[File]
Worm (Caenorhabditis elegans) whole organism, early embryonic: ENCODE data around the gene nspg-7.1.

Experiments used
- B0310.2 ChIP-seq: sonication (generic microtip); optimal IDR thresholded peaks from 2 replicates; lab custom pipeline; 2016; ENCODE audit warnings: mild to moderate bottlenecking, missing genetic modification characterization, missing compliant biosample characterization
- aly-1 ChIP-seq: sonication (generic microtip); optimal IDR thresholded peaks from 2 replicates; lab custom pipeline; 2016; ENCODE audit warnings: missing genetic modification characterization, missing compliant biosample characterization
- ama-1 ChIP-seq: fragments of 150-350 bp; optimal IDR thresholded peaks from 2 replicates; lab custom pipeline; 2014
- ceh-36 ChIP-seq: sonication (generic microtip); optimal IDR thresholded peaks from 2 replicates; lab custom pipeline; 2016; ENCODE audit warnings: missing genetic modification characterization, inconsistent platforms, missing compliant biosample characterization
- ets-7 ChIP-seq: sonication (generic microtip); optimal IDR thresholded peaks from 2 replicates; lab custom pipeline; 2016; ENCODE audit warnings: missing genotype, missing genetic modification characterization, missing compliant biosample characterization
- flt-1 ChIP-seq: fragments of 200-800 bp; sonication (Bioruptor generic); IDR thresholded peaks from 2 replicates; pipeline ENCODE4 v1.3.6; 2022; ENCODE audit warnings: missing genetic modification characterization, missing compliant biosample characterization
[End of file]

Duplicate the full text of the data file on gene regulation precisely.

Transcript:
Worm (Caenorhabditis elegans) whole organism, early embryonic: ENCODE data around the gene nspg-7.1.

Experiments used
- B0310.2 ChIP-seq: sonication (generic microtip); optimal IDR thresholded peaks from 2 replicates; lab custom pipeline; 2016; ENCODE audit warnings: mild to moderate bottlenecking, missing genetic modification characterization, missing compliant biosample characterization
- aly-1 ChIP-seq: sonication (generic microtip); optimal IDR thresholded peaks from 2 replicates; lab custom pipeline; 2016; ENCODE audit warnings: missing genetic modification characterization, missing compliant biosample characterization
- ama-1 ChIP-seq: fragments of 150-350 bp; optimal IDR thresholded peaks from 2 replicates; lab custom pipeline; 2014
- ceh-36 ChIP-seq: sonication (generic microtip); optimal IDR thresholded peaks from 2 replicates; lab custom pipeline; 2016; ENCODE audit warnings: missing genetic modification characterization, inconsistent platforms, missing compliant biosample characterization
- ets-7 ChIP-seq: sonication (generic microtip); optimal IDR thresholded peaks from 2 replicates; lab custom pipeline; 2016; ENCODE audit warnings: missing genotype, missing genetic modification characterization, missing compliant biosample characterization
- flt-1 ChIP-seq: fragments of 200-800 bp; sonication (Bioruptor generic); IDR thresholded peaks from 2 replicates; pipeline ENCODE4 v1.3.6; 2022; ENCODE audit warnings: missing genetic modification characterization, missing compliant biosample characterization